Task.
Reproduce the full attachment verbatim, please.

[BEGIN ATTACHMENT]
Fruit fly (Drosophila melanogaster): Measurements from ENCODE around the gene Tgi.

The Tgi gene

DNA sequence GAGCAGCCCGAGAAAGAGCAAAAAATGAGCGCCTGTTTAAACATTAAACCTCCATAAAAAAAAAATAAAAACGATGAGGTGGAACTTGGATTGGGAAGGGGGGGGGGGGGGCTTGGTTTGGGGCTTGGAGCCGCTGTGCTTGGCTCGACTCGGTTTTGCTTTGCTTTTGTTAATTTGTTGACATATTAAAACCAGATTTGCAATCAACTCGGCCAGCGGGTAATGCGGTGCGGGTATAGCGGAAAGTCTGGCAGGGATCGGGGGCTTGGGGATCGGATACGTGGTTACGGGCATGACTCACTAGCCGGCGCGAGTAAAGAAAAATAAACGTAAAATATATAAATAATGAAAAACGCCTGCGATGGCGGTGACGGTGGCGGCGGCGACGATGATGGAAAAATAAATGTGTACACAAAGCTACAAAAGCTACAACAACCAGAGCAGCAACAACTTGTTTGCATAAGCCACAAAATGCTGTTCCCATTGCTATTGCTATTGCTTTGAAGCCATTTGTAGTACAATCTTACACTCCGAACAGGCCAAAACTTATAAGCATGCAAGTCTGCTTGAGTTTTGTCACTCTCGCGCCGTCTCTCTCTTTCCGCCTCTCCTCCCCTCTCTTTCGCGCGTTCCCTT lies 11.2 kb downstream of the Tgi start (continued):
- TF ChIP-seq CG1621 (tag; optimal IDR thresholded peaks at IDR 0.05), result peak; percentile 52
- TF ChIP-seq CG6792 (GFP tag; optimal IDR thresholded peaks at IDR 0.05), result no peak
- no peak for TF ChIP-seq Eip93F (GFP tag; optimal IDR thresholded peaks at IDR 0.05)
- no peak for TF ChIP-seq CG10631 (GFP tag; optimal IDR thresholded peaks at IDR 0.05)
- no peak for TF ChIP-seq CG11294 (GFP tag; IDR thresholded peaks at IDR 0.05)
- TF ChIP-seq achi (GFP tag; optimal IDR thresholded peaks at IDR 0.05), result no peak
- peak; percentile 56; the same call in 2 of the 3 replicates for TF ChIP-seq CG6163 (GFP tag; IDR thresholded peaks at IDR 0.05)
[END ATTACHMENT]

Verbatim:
Fruit fly (Drosophila melanogaster): Measurements from ENCODE around the gene Tgi.

The Tgi gene

DNA sequence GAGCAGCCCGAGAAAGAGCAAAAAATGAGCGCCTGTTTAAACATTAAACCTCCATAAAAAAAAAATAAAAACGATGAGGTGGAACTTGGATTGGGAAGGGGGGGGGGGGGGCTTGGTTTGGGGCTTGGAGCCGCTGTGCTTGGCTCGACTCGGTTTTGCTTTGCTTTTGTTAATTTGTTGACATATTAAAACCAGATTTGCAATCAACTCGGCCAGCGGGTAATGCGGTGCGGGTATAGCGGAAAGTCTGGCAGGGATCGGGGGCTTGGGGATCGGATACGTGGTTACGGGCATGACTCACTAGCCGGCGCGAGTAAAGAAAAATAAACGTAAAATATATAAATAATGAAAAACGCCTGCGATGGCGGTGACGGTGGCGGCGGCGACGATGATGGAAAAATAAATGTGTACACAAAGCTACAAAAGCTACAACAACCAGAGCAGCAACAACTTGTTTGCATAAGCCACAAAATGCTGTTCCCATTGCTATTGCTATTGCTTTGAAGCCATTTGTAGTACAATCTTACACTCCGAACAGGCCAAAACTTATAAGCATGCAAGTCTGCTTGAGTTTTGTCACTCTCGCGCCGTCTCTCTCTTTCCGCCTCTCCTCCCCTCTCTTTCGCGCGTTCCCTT lies 11.2 kb downstream of the Tgi start (continued):
- TF ChIP-seq CG1621 (tag; optimal IDR thresholded peaks at IDR 0.05), result peak; percentile 52
- TF ChIP-seq CG6792 (GFP tag; optimal IDR thresholded peaks at IDR 0.05), result no peak
- no peak for TF ChIP-seq Eip93F (GFP tag; optimal IDR thresholded peaks at IDR 0.05)
- no peak for TF ChIP-seq CG10631 (GFP tag; optimal IDR thresholded peaks at IDR 0.05)
- no peak for TF ChIP-seq CG11294 (GFP tag; IDR thresholded peaks at IDR 0.05)
- TF ChIP-seq achi (GFP tag; optimal IDR thresholded peaks at IDR 0.05), result no peak
- peak; percentile 56; the same call in 2 of the 3 replicates for TF ChIP-seq CG6163 (GFP tag; IDR thresholded peaks at IDR 0.05)